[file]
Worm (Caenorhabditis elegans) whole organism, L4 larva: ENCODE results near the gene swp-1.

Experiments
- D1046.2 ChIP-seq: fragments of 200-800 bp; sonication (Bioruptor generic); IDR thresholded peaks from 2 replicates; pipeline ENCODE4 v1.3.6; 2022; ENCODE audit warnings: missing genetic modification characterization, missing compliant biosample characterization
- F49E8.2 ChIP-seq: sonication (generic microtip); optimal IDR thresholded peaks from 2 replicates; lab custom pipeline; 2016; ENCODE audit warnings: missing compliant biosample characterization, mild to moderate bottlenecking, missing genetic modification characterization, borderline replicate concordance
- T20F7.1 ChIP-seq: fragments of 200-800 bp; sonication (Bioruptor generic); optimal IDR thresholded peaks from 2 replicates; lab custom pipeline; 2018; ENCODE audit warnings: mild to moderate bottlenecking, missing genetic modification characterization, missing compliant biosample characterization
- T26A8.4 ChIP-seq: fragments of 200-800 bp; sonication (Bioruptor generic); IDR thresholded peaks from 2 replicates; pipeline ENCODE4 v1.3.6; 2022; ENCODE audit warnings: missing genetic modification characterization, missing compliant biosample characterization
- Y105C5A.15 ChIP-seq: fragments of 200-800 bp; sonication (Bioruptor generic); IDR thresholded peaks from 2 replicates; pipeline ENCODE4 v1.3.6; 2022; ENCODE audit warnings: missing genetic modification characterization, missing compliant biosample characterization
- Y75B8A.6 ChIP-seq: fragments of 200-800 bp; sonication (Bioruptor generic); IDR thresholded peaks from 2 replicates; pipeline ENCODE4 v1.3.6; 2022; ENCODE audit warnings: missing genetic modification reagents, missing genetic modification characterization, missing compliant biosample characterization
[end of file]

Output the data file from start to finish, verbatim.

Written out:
Worm (Caenorhabditis elegans) whole organism, L4 larva: ENCODE results near the gene swp-1.

Experiments
- D1046.2 ChIP-seq: fragments of 200-800 bp; sonication (Bioruptor generic); IDR thresholded peaks from 2 replicates; pipeline ENCODE4 v1.3.6; 2022; ENCODE audit warnings: missing genetic modification characterization, missing compliant biosample characterization
- F49E8.2 ChIP-seq: sonication (generic microtip); optimal IDR thresholded peaks from 2 replicates; lab custom pipeline; 2016; ENCODE audit warnings: missing compliant biosample characterization, mild to moderate bottlenecking, missing genetic modification characterization, borderline replicate concordance
- T20F7.1 ChIP-seq: fragments of 200-800 bp; sonication (Bioruptor generic); optimal IDR thresholded peaks from 2 replicates; lab custom pipeline; 2018; ENCODE audit warnings: mild to moderate bottlenecking, missing genetic modification characterization, missing compliant biosample characterization
- T26A8.4 ChIP-seq: fragments of 200-800 bp; sonication (Bioruptor generic); IDR thresholded peaks from 2 replicates; pipeline ENCODE4 v1.3.6; 2022; ENCODE audit warnings: missing genetic modification characterization, missing compliant biosample characterization
- Y105C5A.15 ChIP-seq: fragments of 200-800 bp; sonication (Bioruptor generic); IDR thresholded peaks from 2 replicates; pipeline ENCODE4 v1.3.6; 2022; ENCODE audit warnings: missing genetic modification characterization, missing compliant biosample characterization
- Y75B8A.6 ChIP-seq: fragments of 200-800 bp; sonication (Bioruptor generic); IDR thresholded peaks from 2 replicates; pipeline ENCODE4 v1.3.6; 2022; ENCODE audit warnings: missing genetic modification reagents, missing genetic modification characterization, missing compliant biosample characterization